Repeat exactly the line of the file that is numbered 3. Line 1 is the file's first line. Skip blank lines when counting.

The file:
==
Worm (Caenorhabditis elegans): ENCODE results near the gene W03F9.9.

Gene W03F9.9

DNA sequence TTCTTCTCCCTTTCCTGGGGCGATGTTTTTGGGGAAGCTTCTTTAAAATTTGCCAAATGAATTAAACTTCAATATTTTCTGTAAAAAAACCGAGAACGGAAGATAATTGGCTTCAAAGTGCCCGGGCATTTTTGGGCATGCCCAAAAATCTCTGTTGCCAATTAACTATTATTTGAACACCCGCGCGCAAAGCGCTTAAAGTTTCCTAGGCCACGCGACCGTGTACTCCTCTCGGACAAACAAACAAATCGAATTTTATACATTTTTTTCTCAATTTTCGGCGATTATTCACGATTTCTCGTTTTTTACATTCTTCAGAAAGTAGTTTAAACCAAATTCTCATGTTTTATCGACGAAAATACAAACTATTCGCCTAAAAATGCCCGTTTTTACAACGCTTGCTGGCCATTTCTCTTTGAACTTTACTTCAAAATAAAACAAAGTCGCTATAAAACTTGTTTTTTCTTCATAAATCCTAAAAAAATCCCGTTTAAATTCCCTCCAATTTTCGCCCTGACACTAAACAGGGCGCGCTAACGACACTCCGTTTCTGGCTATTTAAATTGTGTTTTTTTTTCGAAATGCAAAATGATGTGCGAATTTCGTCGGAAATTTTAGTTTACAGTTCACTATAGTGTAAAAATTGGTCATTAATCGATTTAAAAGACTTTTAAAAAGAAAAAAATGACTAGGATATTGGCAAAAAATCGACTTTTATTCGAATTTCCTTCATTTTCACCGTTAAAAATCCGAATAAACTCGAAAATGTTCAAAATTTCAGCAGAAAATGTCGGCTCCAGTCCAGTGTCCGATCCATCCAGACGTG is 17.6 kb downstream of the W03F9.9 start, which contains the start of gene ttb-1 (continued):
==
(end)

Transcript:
DNA sequence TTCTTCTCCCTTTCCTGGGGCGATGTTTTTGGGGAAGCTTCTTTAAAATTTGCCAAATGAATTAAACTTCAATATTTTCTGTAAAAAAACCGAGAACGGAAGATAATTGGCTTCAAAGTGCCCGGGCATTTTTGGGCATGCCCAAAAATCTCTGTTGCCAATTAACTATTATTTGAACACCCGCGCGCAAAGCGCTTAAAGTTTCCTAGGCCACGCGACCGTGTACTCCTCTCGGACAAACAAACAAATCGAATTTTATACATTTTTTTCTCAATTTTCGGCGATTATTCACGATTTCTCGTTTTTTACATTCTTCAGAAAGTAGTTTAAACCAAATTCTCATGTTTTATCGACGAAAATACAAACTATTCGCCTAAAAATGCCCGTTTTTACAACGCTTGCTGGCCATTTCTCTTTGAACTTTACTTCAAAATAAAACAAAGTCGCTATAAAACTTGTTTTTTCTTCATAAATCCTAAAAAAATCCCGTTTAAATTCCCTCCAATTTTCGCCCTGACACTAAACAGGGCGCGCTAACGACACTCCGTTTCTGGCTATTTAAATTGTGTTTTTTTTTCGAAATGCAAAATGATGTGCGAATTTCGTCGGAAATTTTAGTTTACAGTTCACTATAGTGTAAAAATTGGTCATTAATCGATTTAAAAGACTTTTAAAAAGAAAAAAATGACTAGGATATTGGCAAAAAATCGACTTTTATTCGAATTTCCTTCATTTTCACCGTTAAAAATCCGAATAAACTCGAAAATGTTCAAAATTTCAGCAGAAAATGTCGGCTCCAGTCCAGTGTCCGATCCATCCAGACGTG is 17.6 kb downstream of the W03F9.9 start, which contains the start of gene ttb-1 (continued):